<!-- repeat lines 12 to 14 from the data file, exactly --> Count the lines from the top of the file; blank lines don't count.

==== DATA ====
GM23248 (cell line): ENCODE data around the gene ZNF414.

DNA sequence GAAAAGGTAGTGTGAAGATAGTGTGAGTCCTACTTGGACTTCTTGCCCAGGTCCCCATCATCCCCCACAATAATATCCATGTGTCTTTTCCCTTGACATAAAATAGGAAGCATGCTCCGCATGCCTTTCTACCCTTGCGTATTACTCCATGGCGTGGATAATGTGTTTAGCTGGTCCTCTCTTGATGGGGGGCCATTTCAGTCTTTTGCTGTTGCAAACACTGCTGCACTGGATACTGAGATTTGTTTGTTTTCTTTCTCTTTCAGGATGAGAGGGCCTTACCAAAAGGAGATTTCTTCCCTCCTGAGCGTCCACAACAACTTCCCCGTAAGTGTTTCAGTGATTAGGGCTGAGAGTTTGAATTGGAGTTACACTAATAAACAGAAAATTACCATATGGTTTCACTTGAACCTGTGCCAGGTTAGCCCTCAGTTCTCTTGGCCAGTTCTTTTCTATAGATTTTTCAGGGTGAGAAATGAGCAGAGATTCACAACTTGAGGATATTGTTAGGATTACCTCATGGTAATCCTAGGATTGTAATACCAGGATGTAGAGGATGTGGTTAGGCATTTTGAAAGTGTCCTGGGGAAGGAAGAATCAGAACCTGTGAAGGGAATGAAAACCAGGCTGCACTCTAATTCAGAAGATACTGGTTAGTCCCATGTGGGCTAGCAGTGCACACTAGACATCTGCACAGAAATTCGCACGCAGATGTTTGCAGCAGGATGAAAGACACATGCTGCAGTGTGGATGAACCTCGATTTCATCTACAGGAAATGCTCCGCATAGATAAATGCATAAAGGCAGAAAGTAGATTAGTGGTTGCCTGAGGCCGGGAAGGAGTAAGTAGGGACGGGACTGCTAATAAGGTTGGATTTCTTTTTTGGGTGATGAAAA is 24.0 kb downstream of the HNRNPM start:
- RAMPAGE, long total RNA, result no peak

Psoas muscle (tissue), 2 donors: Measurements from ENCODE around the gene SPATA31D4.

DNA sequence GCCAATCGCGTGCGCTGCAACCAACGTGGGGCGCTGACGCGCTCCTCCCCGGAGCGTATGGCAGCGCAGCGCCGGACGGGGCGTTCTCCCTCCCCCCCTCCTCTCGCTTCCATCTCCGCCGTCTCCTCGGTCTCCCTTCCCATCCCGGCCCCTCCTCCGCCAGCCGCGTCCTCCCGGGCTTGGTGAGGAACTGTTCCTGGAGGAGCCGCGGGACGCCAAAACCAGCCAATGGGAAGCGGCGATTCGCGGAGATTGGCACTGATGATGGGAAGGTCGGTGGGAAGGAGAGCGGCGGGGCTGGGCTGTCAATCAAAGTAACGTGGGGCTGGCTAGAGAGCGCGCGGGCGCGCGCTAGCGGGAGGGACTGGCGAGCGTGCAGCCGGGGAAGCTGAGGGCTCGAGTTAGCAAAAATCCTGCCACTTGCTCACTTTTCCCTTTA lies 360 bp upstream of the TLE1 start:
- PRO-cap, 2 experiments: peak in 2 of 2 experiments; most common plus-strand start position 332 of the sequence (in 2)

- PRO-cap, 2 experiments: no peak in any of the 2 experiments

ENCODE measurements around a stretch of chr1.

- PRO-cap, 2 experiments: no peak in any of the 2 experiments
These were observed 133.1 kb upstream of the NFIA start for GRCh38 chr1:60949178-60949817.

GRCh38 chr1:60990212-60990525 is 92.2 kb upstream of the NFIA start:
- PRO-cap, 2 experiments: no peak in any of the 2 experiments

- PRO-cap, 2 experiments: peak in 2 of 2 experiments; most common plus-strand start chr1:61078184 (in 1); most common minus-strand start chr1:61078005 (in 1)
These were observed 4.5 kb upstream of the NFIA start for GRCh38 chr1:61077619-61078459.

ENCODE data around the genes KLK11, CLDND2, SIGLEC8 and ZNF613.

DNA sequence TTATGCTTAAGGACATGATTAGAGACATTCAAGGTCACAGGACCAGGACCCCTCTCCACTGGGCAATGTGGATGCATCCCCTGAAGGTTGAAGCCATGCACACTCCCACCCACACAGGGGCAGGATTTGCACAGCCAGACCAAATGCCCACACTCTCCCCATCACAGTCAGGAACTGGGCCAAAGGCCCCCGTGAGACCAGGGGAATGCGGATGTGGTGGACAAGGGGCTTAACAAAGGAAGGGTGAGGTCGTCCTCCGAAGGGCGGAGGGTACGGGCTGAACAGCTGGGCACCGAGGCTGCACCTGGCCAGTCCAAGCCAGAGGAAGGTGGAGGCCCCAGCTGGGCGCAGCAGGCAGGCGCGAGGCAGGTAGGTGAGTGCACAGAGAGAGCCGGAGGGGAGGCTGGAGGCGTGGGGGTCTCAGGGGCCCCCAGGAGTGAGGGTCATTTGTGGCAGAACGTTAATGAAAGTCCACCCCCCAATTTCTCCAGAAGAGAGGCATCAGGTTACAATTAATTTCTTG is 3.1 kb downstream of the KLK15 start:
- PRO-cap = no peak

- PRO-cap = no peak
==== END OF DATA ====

- PRO-cap, 2 experiments: no peak in any of the 2 experiments

- PRO-cap, 2 experiments: peak in 2 of 2 experiments; most common plus-strand start chr1:61078184 (in 1); most common minus-strand start chr1:61078005 (in 1)
These were observed 4.5 kb upstream of the NFIA start for GRCh38 chr1:61077619-61078459.